A team of international scientists will work together on a new study of the open water and ice-covered regions of the Amundsen Sea to understand the physical, chemical, and biological interactions that make this region the most biologically productive of any waters adjacent to the Antarctic continent and how the system might change in the face of future increases in regional temperature and in the rate of Antarctic glacier melting.
The Amundsen Sea in the Southern Ocean and western Antarctica is mostly covered by an average 3 km (2 miles) thick ice sheet and therefore one of the most extreme and poorly studied ocean environments on Earth.
Sea ice is formed over a period of time that can stretch from months to years. It starts as very thin sheets of ice that form when temperatures are low enough and when the water moves very little. This ice is constantly forming and breaking up, eventually forming thicker layers and helping to attach larger pieces of ice together to form ice sheets.
Scientists from Rutgers, Robert Sherell and Oscar Schofield, from the University of Georgia, Patricia Yager, the Marine Biological Lab, Hugh Ducklow and the University of California at Santa Cruz, Sharon Stammerjohn, and a Swedish research team will carry out the study aboard the U.S. research vessel Nathaniel B. Palmer and the Swedish icebreaker Oden. The group combine science expertise in physics, trace metals, metal chemistry, carbon chemistry, phytoplankton biology, bacteria and zooplankton ecology.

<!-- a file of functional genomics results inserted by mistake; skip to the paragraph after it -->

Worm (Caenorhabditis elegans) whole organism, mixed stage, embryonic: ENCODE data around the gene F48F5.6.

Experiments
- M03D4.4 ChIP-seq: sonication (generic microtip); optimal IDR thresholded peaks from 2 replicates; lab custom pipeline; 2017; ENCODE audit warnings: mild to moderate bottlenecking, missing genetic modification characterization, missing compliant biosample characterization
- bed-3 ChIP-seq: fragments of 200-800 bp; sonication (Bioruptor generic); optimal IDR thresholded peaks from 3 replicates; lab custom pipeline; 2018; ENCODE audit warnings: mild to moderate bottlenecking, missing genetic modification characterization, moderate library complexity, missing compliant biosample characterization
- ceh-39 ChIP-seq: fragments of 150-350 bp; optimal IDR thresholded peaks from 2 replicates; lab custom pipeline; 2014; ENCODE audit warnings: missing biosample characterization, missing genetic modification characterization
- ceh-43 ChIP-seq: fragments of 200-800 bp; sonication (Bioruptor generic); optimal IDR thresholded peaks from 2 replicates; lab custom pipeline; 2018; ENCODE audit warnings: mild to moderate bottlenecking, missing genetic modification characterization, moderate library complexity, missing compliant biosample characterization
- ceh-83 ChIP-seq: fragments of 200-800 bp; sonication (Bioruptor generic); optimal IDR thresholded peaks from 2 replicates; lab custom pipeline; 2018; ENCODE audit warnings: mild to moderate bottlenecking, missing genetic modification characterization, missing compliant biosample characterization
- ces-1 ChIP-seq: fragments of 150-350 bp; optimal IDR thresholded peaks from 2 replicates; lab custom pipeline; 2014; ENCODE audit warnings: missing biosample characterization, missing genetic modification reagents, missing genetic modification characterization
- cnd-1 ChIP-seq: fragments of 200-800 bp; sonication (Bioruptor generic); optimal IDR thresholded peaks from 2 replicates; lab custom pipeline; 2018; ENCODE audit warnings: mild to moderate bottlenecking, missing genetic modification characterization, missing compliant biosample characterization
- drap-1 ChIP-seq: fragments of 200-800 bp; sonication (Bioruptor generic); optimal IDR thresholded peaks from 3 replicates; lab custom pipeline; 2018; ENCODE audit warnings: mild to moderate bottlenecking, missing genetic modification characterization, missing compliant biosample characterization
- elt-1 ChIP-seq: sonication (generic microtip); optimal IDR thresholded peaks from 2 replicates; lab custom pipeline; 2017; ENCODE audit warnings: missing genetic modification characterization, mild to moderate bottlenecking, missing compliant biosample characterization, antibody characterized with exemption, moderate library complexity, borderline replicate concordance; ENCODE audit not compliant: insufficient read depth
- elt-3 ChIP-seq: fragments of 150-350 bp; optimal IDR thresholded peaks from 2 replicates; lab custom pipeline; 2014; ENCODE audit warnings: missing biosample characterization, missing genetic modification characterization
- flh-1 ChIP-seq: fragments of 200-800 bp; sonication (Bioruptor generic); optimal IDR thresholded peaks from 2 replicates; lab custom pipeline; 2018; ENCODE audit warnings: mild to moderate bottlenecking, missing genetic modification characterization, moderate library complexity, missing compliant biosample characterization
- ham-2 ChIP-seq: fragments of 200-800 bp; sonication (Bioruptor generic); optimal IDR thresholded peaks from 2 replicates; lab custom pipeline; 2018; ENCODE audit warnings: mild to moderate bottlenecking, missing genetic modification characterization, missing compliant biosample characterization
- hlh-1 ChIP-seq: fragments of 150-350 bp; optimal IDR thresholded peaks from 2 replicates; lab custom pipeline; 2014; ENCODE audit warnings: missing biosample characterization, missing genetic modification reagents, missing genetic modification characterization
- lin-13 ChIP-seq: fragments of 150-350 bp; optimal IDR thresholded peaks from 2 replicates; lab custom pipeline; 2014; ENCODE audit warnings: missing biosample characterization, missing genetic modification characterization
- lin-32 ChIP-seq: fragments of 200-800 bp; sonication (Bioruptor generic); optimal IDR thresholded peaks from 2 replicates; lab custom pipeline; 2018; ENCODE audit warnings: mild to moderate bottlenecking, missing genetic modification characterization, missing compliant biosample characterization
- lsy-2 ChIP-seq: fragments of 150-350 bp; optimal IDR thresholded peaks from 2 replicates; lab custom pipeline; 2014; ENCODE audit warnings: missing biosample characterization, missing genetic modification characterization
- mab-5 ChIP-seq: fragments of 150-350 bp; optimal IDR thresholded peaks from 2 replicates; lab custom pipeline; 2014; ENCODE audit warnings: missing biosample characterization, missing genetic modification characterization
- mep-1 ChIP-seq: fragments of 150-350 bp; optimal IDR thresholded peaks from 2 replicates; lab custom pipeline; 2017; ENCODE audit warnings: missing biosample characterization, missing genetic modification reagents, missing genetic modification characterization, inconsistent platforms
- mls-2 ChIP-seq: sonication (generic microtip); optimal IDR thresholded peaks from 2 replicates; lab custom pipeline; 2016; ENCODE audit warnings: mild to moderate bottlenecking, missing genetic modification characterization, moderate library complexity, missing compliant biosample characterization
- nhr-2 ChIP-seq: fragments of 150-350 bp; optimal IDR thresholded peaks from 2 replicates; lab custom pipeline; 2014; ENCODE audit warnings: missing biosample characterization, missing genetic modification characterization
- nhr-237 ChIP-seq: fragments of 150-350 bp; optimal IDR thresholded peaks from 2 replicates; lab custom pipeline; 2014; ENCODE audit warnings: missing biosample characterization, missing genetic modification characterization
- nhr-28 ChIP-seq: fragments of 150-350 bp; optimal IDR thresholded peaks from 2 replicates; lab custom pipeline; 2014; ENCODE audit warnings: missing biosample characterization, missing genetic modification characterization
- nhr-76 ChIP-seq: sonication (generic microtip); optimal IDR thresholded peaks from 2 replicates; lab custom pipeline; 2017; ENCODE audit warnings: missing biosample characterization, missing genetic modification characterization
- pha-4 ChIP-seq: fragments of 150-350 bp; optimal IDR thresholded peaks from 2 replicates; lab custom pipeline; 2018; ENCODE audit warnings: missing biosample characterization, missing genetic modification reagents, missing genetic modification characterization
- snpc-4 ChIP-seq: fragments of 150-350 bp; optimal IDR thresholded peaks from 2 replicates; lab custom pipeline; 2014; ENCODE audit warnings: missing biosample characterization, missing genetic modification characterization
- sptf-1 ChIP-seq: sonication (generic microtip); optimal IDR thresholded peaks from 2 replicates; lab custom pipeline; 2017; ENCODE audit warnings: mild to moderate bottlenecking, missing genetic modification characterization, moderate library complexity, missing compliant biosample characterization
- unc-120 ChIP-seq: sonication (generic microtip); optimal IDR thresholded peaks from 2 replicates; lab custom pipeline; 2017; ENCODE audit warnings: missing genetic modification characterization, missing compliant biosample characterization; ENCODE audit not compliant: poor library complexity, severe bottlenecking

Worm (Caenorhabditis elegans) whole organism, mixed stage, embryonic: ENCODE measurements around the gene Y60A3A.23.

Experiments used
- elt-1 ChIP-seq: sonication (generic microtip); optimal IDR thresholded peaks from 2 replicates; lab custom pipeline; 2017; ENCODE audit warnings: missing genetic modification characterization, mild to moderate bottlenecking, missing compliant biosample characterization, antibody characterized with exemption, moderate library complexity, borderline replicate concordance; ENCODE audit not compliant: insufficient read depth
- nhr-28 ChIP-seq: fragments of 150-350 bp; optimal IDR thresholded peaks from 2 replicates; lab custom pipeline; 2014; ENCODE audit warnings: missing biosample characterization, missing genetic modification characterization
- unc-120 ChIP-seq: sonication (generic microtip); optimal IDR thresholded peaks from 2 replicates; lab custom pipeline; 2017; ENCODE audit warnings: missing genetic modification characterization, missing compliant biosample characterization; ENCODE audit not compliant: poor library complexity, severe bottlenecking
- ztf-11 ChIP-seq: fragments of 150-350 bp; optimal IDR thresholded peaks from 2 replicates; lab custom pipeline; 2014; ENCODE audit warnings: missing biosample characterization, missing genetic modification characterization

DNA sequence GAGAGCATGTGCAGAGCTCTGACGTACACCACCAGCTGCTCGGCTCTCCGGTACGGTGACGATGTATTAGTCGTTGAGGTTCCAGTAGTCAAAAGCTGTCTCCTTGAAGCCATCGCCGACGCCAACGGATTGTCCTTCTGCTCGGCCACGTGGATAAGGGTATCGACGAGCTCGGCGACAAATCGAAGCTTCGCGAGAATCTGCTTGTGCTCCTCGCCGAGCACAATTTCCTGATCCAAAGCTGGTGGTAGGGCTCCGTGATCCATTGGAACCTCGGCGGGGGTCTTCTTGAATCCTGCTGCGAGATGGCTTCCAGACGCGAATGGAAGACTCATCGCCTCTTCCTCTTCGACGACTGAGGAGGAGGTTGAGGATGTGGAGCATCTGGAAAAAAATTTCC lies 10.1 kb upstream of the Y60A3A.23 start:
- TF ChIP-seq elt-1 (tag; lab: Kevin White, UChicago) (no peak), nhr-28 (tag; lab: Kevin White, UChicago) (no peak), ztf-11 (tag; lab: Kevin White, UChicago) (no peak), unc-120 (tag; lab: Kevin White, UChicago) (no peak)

Rutgers also will deploy robotic gliders that will survey the region, like the RU17 we wrote about in our article “AUV Glides Across The Atlantic Underwater” and that are managed out of the International Coalition of Ocean Observing Laboratories (I-COOL). The robotic surveys will be guided by undergraduate involvement conducted directly from the New Brunswick campus.
Aside from the capabilities the two research ships already bring along, the team will have additional technology as this proposal will also fund shipboard sampling equipment specifically designed for collecting uncontaminated seawater samples for trace metal analysis.
Copyright © 2009 by Marine Science Today, a publication of OceanLines LLC